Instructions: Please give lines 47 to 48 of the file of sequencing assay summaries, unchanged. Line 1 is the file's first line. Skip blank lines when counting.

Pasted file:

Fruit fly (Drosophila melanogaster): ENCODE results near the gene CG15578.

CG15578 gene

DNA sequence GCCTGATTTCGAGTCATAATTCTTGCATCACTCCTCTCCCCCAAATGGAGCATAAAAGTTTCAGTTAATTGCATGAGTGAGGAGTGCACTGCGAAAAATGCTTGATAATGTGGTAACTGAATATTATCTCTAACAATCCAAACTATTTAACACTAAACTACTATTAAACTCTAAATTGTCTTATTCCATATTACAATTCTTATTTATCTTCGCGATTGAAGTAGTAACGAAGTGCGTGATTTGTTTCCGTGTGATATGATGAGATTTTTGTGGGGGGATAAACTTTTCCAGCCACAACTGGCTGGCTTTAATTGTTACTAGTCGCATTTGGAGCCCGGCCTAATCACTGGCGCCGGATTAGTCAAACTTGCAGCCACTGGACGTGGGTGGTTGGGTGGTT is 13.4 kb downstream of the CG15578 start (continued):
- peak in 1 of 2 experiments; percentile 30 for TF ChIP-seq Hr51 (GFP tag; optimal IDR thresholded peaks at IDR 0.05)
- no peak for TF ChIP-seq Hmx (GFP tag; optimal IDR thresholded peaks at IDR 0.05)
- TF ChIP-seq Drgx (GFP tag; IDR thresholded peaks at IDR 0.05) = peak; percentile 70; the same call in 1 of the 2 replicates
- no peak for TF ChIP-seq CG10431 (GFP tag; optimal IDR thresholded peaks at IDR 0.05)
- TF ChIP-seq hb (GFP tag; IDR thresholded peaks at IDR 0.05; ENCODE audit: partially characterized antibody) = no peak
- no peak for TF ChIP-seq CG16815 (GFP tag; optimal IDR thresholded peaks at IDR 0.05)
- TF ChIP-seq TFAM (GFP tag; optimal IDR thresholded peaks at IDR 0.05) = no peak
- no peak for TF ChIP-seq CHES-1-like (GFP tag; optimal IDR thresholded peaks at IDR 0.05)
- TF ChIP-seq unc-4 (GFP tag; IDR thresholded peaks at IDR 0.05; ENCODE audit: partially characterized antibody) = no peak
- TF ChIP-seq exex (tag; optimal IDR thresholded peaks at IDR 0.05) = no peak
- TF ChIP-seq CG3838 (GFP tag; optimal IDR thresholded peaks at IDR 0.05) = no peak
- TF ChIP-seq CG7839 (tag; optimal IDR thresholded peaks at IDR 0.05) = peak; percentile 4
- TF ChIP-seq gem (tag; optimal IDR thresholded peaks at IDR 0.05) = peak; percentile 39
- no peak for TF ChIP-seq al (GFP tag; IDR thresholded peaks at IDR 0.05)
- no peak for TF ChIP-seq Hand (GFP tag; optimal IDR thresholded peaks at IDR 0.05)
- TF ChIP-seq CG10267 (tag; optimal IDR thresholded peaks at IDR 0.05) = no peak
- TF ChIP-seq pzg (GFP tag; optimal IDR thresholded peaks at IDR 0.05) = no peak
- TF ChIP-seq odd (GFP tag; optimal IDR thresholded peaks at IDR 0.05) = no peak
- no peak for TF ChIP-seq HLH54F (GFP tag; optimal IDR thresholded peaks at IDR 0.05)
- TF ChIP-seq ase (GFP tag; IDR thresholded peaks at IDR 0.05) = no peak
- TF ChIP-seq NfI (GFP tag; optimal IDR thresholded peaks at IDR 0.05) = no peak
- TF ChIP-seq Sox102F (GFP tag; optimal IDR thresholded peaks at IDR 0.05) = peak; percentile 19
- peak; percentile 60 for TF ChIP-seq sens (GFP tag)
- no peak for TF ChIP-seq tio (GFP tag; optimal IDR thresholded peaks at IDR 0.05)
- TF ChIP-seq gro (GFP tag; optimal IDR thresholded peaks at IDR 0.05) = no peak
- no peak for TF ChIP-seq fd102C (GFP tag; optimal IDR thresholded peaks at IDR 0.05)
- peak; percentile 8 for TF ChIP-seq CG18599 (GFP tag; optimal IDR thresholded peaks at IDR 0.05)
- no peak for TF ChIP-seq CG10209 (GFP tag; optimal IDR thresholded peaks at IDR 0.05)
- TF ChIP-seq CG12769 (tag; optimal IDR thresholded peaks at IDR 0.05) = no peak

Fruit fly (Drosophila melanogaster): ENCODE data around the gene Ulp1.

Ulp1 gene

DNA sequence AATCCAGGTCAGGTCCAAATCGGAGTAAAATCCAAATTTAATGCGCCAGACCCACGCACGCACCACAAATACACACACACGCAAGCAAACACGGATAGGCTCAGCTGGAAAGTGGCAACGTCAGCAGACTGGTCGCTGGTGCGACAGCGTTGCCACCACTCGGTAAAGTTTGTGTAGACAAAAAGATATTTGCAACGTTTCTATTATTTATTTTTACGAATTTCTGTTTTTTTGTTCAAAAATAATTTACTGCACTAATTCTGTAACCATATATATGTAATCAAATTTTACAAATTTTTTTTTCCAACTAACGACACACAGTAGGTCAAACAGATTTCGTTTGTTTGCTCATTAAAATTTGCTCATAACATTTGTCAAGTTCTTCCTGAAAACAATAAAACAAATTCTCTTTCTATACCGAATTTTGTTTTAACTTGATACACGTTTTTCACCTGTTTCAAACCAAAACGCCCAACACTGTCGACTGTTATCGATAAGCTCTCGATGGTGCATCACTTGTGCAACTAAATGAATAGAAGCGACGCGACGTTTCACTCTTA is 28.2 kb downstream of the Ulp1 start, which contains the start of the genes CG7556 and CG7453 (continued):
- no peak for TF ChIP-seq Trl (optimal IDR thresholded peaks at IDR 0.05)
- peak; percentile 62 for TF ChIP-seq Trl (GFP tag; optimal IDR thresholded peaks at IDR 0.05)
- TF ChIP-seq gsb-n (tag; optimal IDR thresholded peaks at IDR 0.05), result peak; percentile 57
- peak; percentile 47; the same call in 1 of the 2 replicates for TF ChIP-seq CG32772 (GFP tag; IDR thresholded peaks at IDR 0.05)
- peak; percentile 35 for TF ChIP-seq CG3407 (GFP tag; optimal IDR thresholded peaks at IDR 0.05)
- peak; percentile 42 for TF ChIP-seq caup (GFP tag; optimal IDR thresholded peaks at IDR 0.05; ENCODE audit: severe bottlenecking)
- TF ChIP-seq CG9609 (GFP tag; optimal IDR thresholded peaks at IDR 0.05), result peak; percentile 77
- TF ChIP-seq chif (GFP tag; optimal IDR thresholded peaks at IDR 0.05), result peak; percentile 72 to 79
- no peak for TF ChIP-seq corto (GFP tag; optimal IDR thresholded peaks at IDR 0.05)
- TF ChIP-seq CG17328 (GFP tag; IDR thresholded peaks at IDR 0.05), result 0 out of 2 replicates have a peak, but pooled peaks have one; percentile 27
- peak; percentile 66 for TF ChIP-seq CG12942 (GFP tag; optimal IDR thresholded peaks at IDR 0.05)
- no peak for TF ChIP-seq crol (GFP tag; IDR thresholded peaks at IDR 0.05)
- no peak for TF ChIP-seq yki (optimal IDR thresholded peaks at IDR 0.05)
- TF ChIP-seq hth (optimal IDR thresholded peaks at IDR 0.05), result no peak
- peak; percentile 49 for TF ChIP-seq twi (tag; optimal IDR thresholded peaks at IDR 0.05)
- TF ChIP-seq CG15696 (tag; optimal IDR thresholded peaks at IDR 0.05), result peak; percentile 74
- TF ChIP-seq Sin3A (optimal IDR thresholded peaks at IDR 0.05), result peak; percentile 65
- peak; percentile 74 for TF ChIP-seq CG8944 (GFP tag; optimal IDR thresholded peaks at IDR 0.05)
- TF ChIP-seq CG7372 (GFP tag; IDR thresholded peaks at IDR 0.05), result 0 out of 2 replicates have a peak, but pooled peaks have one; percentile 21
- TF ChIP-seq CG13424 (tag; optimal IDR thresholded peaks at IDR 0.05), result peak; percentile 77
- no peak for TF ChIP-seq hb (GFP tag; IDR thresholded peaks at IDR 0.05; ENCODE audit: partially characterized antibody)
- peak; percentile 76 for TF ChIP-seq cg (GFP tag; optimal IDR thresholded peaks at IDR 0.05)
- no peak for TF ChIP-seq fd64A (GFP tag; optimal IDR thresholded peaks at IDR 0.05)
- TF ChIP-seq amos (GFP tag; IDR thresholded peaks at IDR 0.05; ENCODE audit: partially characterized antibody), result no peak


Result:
- no peak for TF ChIP-seq crol (GFP tag; IDR thresholded peaks at IDR 0.05)
- no peak for TF ChIP-seq yki (optimal IDR thresholded peaks at IDR 0.05)